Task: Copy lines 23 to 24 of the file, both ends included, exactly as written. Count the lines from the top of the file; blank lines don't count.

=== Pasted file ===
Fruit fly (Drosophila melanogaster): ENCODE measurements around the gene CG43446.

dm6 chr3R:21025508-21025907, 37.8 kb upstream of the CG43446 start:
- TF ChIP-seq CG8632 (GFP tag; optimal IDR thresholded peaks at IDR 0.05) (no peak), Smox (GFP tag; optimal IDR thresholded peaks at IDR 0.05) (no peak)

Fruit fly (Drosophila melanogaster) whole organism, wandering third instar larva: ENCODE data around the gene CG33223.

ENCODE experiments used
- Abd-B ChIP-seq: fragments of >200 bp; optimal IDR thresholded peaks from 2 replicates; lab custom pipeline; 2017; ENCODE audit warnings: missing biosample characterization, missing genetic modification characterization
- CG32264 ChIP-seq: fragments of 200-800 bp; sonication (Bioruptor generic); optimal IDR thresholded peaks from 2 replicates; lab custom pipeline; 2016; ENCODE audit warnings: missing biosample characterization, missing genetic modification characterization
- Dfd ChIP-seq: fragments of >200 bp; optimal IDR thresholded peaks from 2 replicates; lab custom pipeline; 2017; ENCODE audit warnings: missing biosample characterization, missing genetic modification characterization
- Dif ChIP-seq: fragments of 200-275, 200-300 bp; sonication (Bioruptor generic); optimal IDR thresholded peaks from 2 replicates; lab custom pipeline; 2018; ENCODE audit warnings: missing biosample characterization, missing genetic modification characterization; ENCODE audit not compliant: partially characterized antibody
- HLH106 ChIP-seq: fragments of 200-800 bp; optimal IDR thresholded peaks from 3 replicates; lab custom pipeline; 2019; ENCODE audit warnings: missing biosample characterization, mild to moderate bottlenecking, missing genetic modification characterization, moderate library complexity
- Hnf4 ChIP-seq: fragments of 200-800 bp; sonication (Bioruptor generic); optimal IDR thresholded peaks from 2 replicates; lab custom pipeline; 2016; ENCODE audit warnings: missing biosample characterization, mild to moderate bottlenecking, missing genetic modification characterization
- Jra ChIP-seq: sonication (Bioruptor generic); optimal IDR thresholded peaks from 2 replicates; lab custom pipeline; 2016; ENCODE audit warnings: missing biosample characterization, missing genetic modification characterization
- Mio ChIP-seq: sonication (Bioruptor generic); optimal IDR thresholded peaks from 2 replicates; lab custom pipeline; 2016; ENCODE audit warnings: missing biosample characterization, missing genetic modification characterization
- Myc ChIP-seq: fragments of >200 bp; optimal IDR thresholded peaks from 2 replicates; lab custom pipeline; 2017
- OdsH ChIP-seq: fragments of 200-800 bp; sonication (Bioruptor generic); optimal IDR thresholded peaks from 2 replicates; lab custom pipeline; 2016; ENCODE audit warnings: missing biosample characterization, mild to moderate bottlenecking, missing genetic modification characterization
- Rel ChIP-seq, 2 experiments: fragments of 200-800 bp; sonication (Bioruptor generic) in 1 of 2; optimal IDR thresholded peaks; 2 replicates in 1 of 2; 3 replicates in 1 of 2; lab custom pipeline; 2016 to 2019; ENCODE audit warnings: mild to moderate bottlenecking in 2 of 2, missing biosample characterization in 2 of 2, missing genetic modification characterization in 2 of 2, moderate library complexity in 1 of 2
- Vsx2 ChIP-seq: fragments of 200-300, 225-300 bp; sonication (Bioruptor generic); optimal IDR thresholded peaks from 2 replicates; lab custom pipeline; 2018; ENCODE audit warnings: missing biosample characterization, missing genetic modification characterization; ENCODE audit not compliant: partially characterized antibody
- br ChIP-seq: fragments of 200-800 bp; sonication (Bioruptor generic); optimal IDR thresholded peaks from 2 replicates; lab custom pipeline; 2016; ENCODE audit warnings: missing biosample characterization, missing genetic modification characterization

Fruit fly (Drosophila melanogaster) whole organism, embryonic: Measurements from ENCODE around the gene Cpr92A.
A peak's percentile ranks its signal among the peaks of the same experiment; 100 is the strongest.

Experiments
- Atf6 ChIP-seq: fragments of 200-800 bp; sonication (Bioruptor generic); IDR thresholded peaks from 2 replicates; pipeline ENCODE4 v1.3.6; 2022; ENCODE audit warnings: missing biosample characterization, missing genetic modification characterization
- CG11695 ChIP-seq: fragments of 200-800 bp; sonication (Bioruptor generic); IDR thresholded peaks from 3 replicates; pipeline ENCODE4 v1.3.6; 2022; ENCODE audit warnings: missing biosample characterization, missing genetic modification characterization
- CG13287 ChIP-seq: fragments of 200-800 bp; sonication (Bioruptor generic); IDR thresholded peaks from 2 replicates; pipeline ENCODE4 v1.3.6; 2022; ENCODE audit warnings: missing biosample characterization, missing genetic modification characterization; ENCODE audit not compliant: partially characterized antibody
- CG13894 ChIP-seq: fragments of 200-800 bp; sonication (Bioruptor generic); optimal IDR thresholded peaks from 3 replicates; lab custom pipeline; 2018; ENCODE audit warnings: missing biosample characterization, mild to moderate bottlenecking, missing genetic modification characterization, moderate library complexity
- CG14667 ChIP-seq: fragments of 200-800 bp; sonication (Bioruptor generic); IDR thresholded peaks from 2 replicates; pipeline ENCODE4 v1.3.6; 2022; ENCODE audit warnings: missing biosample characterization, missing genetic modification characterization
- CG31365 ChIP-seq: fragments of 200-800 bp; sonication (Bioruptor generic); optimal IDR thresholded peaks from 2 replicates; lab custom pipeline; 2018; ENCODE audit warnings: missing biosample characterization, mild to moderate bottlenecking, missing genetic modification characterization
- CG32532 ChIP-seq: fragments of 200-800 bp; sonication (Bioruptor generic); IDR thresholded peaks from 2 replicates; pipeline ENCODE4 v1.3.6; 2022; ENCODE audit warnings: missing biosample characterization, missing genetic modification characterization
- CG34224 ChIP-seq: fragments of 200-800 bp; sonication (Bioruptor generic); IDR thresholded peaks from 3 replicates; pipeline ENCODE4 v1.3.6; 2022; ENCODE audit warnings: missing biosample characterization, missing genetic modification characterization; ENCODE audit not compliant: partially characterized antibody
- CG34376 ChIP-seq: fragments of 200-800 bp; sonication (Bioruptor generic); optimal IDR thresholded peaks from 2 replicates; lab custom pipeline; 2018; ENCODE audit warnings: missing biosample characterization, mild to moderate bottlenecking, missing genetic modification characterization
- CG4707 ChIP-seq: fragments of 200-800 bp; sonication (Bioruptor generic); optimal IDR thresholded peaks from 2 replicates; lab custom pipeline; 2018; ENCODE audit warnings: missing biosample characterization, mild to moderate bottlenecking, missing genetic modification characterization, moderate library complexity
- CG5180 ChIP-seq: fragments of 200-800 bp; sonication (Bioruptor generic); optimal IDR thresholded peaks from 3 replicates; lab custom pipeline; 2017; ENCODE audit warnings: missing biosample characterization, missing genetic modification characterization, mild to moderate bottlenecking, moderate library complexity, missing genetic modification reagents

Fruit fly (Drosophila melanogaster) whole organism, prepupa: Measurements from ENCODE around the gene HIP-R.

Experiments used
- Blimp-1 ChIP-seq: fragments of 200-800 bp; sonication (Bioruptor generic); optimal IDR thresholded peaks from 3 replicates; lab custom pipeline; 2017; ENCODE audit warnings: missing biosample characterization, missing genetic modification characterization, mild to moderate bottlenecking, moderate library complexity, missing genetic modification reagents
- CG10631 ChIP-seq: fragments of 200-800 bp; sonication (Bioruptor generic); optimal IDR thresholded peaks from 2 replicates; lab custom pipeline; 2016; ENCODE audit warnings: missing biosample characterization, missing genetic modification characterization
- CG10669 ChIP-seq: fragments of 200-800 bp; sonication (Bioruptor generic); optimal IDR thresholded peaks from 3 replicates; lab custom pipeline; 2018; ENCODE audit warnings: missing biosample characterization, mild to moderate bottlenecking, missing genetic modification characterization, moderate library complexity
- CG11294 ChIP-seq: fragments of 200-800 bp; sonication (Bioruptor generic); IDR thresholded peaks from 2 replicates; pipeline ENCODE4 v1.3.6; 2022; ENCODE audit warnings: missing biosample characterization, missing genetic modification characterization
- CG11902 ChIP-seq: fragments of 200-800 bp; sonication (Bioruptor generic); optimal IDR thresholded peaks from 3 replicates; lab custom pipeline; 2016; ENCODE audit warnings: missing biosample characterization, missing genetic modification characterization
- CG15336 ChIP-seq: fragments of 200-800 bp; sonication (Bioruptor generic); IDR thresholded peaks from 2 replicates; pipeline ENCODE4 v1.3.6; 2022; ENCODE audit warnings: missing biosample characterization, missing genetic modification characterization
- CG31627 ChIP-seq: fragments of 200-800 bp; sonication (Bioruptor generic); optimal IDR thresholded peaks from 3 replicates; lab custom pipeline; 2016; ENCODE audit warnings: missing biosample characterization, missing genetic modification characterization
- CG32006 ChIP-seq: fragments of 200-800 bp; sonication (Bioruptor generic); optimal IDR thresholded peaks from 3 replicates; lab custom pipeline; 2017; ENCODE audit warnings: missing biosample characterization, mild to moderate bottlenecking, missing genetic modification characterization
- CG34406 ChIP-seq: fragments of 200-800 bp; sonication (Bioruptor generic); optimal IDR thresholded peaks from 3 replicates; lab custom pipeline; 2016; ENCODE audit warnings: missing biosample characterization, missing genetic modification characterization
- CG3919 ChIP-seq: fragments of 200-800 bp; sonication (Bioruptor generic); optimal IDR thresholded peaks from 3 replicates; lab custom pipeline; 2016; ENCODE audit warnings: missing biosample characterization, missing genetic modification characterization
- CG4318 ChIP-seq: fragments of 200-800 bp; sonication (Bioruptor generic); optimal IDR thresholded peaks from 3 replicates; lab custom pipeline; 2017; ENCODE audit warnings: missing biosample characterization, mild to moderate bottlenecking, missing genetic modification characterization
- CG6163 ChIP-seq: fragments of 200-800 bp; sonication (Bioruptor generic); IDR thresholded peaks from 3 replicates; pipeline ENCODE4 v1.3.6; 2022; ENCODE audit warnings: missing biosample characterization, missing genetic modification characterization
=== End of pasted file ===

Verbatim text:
- CG11695 ChIP-seq: fragments of 200-800 bp; sonication (Bioruptor generic); IDR thresholded peaks from 3 replicates; pipeline ENCODE4 v1.3.6; 2022; ENCODE audit warnings: missing biosample characterization, missing genetic modification characterization
- CG13287 ChIP-seq: fragments of 200-800 bp; sonication (Bioruptor generic); IDR thresholded peaks from 2 replicates; pipeline ENCODE4 v1.3.6; 2022; ENCODE audit warnings: missing biosample characterization, missing genetic modification characterization; ENCODE audit not compliant: partially characterized antibody